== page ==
Monday, 28 May 2007

Rubbish policies - the stench and the greed

If you live in the UK or have an interest in the country (which I acknowledge is a small collection of islands off the European continent) you will know that one key problem, as outlined in my posts is that utility bills are high and you get appalling service for your money. A 'utility' I have not mentioned so far is the collection of rubbish. This is carried out by local councils and is currently funded from council tax which every household pays. With rising costs, especially for things like residential care for the elderly, road maintenance, etc., many councils are finding it difficult to balance their accounts and have either had to cut back on provision of services or raise council tax. This is the legacy of the poll tax (a.k.a community charge) introduced in Scotland in 1989 and the rest of the UK in 1990. It was a charge at a flat-rate determined for each borough (taking no account of the household's ability to pay) levied on all households. The idea of the Conservative Government was that it would encourage people to vote for Conservative local governments which tended to cut services and charge lower poll tax than Labour or Liberal Democrat councils. There was massive default of payment (which still has a big impact as people remain worried about registering to vote even now, for example Tower Hamlets council in East London has 60,000 more adults registered with doctors in the borough than it has on its electoral register) and to rioting, notably in the centre of London in March 1990. It was scrapped and replaced by the council tax in 1993. However, the policy of always trying to keep council tax low because this is what voters want has hampered many councils from raising the revenue they need.

Another policy introduced during the Thatcher years had a detrimental impact on refuse collection. In 1988 all councils were forced to privatise 8 core services including collecting rubbish and they had to award it to the cheapest bid. Previously such work was part of the duties of the council, now they were forced to contract the work out but still pay for it. This meant refuse workers thrown out of work and often re-employed at lower wages, and refuse collectors never earned high salaries at the best of time. As always with privatisation in the UK it was the 'cowboy' companies who won the contracts and service deteriorated.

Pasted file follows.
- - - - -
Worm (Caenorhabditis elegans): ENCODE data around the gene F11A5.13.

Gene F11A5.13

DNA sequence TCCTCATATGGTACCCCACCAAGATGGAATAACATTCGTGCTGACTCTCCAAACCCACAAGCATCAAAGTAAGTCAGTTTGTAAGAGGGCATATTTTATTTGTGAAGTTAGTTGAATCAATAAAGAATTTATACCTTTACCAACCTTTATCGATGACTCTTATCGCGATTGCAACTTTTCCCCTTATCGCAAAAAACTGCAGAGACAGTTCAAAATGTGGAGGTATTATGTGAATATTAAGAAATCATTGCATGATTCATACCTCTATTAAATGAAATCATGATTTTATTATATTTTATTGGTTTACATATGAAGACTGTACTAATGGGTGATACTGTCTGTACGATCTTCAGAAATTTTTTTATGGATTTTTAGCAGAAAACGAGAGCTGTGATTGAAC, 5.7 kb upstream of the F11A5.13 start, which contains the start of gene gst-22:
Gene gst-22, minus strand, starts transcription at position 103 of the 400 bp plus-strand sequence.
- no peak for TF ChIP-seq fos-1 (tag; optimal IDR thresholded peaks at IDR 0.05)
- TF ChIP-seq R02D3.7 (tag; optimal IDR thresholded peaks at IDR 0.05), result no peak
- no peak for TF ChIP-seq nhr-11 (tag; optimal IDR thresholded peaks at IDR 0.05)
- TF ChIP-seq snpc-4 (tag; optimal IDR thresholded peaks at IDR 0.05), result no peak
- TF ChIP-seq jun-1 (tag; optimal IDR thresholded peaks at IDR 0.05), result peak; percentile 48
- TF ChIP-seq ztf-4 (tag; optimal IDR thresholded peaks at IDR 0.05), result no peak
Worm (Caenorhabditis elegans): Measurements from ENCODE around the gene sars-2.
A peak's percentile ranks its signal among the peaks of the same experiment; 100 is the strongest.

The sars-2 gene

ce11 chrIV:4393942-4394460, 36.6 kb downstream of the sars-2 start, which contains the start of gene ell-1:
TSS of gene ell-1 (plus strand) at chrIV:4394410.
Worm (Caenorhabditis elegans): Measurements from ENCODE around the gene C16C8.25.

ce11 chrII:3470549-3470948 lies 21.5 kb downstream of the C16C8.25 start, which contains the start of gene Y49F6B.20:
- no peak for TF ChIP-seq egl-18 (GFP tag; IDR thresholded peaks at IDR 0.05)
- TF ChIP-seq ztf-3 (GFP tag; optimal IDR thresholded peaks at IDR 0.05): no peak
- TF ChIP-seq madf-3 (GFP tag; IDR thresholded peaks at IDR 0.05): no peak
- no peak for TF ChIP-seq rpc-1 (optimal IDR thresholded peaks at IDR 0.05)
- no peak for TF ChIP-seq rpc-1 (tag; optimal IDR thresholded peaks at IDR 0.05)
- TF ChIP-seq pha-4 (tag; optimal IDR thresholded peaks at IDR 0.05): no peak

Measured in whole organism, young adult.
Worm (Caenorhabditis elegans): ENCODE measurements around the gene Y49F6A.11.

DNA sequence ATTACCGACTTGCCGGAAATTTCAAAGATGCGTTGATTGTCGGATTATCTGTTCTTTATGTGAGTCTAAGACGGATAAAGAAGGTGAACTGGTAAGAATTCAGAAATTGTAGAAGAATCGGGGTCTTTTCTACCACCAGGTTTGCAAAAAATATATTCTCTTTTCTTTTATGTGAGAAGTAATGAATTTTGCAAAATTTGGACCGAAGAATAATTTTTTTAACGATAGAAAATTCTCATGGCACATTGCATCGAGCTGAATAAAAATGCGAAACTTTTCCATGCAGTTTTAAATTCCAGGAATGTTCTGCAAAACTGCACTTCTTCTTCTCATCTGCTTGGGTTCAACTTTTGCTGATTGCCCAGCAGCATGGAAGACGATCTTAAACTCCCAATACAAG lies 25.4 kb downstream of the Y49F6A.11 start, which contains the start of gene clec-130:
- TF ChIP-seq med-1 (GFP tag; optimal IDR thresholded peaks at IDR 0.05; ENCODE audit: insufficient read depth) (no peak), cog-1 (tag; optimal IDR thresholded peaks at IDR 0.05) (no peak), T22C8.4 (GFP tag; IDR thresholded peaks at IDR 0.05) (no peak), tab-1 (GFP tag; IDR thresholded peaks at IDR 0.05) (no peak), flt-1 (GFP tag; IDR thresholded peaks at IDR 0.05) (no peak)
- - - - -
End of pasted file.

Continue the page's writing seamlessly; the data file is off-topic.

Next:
In the 2000s a new element has entered the equation, recycling. Though in some parts of the UK this has been improving, the UK was lagging behind its European neighbours, so last year councils were compelled to introduce recycling schemes. Each seems to have adopted different rules and some will recycle somethings such as shredded paper or bottles than a neighbouring borough will refuse. You now have a range of different coloured bins and bags and boxes and depending where you live you have to sort to a greater or a lesser extent what you throw out. People who get the wrong things in the wrong bag or box may be liable to a fine of £50 (€73; US$100) and it tends to be the elderly who suffer when they get confused, or as often happens, guidance is not clear. In my town they just stick embarrassing 'Contaminated' stickers on your bin. There has been a tendency not to consider the size of the households so blocks of flats often have too few bins and people with many children get penalised when their bins are over-full.

Now, I support recycling whole-heartedly. I have seen countries like Belgium and Germany that are well ahead of the UK in what and how much they recycle. Whilst there have been bottle banks and paper banks in the UK for years now, they tend to be used by a certain set of middle class people keen to show off how much wine they drink and what newspapers they read rather than by the mass of the population. In addition you need a decent sized car to transport all the stuff to the banks and there is a dichotomy here because you produce carbon emissions taking your recycling to these banks. So, to get up to targets the system has to be one of collection (one truck pollutes far less than a street of people driving to a bottle bank) and simple to understand, otherwise you will not get the bulk of people to be involved.